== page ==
I was born in London to a prominent Jewish family. I was always good at science and attended one of the only girls’ schools in London that taught physics and chemistry. In 1938, I entered Newnham College at Cambridge University, where I earned my BA. I received a grant from the Department of Scientific and Industrial Research to continue my studies, and my focus became the micro-structures of various coals and carbons. I received my PhD in 1945.
After the war, I took a position at the Laboratoire Central des Services Chimique de l’Etat in Paris and learned how to analyze carbons using x-ray crystallography, a powerful technique for determining the structure of molecules. Though I was happy in France, I returned to England in 1949 for a fellowship at King’s College, which allowed me to analyze DNA using the x-ray crystallization technique I had become proficient in in Paris. When I began my work, little was known about the chemical make-up or structure of DNA. But, I soon discovered its density and established its helical conformation. I am best known for my work on the x-ray diffraction images of DNA, particularly Photo 51.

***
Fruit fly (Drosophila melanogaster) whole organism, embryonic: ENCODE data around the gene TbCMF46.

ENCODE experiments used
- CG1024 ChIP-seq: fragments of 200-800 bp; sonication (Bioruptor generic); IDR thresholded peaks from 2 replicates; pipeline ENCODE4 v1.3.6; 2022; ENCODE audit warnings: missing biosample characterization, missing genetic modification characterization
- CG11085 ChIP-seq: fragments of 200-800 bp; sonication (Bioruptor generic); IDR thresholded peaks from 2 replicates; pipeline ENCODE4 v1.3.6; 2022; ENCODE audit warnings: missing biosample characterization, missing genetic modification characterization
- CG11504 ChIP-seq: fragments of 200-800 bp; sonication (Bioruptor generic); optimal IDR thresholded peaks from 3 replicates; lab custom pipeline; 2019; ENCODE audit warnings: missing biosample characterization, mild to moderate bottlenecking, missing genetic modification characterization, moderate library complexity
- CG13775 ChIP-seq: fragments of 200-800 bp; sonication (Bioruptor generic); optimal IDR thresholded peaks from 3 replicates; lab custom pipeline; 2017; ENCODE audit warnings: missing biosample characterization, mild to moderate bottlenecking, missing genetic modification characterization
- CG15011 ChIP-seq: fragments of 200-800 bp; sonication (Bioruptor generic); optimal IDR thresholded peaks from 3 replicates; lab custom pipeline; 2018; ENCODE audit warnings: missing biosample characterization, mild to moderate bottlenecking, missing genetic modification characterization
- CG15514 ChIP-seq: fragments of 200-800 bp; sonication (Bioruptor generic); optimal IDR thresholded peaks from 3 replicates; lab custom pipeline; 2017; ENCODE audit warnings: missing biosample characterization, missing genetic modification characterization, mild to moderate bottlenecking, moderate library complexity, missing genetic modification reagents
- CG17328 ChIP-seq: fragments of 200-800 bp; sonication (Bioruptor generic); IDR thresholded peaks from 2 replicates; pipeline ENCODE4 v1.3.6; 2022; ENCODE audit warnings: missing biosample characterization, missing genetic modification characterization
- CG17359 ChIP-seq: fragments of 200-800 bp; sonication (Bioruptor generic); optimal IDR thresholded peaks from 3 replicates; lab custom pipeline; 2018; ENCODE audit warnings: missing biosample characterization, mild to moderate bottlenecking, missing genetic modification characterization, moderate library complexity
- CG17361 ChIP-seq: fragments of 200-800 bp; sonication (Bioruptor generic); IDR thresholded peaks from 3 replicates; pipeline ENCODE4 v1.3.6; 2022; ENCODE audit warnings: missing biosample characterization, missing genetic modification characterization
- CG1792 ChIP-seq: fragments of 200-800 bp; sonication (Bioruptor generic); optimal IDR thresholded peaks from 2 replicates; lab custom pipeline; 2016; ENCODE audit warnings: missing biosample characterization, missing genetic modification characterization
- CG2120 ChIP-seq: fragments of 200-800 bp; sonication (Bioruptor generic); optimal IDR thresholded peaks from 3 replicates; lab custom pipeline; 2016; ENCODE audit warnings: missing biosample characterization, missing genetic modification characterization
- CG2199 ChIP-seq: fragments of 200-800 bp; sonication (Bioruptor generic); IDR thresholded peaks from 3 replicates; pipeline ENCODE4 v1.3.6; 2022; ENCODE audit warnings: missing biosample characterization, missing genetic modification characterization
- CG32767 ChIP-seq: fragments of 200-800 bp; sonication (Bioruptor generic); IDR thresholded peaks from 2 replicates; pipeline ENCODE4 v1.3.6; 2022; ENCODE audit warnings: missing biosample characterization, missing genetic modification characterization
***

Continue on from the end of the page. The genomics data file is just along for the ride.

In 1956, I was diagnosed with cancer – a result of my extensive exposure to radiation – and I died two years later.